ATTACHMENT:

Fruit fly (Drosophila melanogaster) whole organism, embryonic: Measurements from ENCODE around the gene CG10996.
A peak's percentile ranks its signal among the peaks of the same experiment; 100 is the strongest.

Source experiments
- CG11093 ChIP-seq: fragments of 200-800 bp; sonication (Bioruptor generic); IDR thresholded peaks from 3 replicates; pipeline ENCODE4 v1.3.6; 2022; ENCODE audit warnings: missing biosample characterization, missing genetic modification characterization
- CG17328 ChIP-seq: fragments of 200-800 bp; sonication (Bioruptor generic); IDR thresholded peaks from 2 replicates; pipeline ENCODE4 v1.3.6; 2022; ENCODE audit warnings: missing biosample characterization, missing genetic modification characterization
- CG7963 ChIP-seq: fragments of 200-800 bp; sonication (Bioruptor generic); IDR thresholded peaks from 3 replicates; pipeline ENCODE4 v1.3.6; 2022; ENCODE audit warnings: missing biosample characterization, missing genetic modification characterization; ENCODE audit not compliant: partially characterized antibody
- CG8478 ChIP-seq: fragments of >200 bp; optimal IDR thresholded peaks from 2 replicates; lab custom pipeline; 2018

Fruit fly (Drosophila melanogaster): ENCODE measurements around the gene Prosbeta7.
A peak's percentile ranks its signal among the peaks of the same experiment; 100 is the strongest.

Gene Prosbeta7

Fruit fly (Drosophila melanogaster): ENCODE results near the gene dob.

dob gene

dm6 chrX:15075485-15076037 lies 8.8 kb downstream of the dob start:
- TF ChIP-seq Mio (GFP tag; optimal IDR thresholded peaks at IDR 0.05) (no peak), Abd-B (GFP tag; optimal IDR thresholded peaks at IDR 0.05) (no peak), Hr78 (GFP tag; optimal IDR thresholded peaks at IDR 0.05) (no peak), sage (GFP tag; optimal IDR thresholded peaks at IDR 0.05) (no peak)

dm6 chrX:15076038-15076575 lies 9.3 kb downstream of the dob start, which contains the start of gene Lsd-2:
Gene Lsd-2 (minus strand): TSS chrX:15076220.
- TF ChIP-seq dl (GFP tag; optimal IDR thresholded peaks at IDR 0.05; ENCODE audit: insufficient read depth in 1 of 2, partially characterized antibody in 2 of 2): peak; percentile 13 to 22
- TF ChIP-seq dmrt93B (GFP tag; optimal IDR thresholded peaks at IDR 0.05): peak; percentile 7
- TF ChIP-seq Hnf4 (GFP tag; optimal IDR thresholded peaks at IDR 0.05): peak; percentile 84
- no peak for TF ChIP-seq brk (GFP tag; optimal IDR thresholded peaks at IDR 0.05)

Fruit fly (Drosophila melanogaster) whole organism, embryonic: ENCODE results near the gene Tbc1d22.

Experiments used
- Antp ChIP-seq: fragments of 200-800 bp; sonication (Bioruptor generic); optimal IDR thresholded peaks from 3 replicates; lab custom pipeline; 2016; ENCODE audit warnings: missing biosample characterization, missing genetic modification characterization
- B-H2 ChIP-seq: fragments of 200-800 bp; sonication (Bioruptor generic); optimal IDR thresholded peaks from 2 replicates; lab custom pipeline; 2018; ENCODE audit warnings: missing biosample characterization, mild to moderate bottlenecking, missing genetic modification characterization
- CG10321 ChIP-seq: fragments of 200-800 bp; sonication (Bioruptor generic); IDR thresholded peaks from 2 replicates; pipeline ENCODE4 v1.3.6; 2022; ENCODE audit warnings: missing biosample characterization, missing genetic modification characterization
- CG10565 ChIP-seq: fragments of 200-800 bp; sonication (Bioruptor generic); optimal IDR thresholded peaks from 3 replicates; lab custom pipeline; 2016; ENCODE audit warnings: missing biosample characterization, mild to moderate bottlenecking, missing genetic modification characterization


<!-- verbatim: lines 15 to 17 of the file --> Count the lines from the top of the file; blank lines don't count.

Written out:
dm6 chrX:15076038-15076575 lies 9.3 kb downstream of the dob start, which contains the start of gene Lsd-2:
Gene Lsd-2 (minus strand): TSS chrX:15076220.
- TF ChIP-seq dl (GFP tag; optimal IDR thresholded peaks at IDR 0.05; ENCODE audit: insufficient read depth in 1 of 2, partially characterized antibody in 2 of 2): peak; percentile 13 to 22